More clearly than before, it takes the form of a duel: a game of skill top the death. One after the other, the adversaries offer their blows to the body. Brutally, Deeley tells how he picked up Kate in a cinema showing ëOdd Man Outí, walked her home and bedded her. Anna listens smiling, with no more belief than Mick in The Caretaker gave to Daviesí story of his papers as Sidcup. Then it is her turn, and she has a double riposte. Funny how vividly you imagine what you think happened isnít it, whether it happened or not? She has a memory ñ is it real?- of a man who cried in Kateís bed. But of course it is unreal beside her memories of their life together: poring over the Sunday papers, rushing out to old films at suburban cinemas ñ like ëOdd Man Outí.

Dorothy Tutin, Colin Bateman and Vivien Merchant
photo Donald Cooper

Itís like watching a marvelous skilled game of cricket or tennis. What kind of ball will they send over next? How will the receiver parry it? Deeley has more crude power ñ he is Kateís husband, isnít he? ñ but he flusters more easily, being Irish, and lacks Annaís patient finesse. She has the authority of money and culture (a husband and villa in Sicily, a velvet glove of good tempered gentility to mask her steely determination), and Kateís vague, smiling passivity seems to be on her side. But much as Pinter enjoys games, they arenít what he writes about. As in The Homecoming, the final, devastating victory belongs to neither battler, but to the woman battled over. People are not prizes to be won in tournaments. They belong to themselves.

Peter Hall directs the comedy with a musicianís ear for the value of each word and silence which exposes every layer of the text like the perspex levels of a three-dimensional chess board. ëDo you drink brandy?í asks Deeley. Vivien Merchantís pause before replying that she would love some is just sufficient to remind you that, on Pinter territory, every question is an attempt to control and every answer a swift evasion. In the immaculate cast, she has the advantage of her long mastery of Pinter idiom, from the deployment of hesitations down to the crossing of strapped-over ankles. But in its way Dorothy Tutinís silent Kate is as commanding a performance, and the surprise if the evening is Colin Blakelyís Deeley: funny, desperate and individual as his character roles at the National never fully revealed him.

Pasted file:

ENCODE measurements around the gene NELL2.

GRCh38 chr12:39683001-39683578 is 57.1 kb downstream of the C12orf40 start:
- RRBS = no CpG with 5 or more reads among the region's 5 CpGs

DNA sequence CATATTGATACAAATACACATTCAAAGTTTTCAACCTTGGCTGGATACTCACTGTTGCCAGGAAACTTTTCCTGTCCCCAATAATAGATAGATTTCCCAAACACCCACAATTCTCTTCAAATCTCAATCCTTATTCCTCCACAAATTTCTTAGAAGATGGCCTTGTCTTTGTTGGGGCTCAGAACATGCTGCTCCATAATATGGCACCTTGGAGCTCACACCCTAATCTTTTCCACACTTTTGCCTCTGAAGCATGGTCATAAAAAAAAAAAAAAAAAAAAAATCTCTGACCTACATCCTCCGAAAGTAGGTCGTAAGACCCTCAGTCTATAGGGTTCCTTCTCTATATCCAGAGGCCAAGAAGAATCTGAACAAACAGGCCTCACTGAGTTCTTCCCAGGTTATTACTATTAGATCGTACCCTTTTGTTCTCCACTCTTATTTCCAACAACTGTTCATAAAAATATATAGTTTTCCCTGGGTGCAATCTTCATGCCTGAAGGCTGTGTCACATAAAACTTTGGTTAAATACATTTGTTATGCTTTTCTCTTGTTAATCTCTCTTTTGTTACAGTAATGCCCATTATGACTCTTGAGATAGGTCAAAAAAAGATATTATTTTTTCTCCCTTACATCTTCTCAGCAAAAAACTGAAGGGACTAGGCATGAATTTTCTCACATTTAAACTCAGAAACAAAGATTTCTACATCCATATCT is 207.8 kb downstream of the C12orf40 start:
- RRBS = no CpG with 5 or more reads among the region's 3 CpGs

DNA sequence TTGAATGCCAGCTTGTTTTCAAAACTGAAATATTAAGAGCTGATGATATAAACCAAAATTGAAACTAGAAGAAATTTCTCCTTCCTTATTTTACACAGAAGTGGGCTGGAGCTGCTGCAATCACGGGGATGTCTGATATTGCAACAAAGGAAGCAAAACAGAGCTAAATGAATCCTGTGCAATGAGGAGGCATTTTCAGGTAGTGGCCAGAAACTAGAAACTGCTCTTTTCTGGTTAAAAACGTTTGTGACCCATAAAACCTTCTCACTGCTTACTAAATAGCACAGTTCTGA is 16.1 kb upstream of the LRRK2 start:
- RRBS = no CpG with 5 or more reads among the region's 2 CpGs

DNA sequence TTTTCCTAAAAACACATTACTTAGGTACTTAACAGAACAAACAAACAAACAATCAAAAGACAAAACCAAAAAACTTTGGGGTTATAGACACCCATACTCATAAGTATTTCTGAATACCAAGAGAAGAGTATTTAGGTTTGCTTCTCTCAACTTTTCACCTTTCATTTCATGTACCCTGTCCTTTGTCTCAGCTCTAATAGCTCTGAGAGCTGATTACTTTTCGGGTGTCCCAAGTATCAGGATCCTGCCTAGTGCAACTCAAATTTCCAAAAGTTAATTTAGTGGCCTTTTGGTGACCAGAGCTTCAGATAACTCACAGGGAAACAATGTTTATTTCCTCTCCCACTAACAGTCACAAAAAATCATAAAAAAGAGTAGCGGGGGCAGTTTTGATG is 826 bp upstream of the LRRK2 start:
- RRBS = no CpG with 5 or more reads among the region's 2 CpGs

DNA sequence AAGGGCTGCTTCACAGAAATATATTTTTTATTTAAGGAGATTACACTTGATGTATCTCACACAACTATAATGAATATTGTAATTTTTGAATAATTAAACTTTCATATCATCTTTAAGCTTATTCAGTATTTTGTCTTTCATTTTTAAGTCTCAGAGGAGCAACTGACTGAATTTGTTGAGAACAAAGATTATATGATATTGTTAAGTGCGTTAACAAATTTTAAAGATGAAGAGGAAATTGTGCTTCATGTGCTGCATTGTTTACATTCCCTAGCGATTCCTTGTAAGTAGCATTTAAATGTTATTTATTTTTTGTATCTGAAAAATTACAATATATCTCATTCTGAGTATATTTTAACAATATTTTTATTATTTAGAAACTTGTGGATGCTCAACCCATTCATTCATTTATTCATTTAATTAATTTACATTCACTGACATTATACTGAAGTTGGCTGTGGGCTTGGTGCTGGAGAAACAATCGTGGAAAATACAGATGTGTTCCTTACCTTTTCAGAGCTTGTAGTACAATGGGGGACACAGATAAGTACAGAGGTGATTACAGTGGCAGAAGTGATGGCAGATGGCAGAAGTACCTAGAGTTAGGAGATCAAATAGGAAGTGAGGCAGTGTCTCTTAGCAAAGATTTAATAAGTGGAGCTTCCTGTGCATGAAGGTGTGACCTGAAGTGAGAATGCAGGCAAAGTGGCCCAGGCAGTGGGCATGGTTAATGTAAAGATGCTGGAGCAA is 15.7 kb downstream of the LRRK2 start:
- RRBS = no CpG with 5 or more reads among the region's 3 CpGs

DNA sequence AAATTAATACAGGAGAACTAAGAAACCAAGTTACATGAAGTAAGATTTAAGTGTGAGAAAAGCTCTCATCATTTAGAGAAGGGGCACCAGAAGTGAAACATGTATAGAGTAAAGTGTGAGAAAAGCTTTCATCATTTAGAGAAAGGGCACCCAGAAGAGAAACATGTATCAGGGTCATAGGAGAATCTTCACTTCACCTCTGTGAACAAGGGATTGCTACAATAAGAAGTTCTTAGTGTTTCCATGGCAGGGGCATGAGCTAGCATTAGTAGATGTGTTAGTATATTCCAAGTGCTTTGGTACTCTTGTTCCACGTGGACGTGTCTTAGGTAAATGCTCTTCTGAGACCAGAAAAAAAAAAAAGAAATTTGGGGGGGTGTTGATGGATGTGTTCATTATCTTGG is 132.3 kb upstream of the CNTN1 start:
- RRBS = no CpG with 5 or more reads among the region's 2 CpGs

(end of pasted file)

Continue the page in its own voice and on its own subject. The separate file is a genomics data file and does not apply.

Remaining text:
The Observer, 6 June 1971

Back to plays Main Page
Amazon   Faber & Faber   Slate   Royal National Theatre   Comedie Francaise   Ticketmaster.co.uk   Samuel french
Internal Links: Plays | Films | Biography | Poetry | Politics | Acting | Directing | Publications | Calendar | Links | Forum | Archive | Home
External Links: Faber and Faber | Amazon.com | Amazon.co.uk | National Theatre | Comedie-Francaise | Gate Theatre | Ticketmaster | Auteurs.net | Slate | Amnesty
Other Items: The Observer | Letter to the Independent | Depleted Uranium | One For The Road | No Mans Homecoming | New World Order | Degree Speech
Harold Pinter's work is represented by Judy Daish Associates Limited - and applications for all performances and uses of Harold Pinter's work (including amateur and professional stage performances, radio broadcasts, television transmissions and readings and use of extracts) need to be addressed to them in the first instance and in advance of finalizing your plans. Judy Daish Associates will then contact the Estate of Harold Pinter (Lady Antonia Fraser Pinter) if appropriate. The Estate should not be contacted directly for permissions. Please do not assume that a licence or permission will be forthcoming as there are sometimes conflicts between permission requests.
© Harold Pinter 2000 - 2012 All Rights Reserved | Disclaimer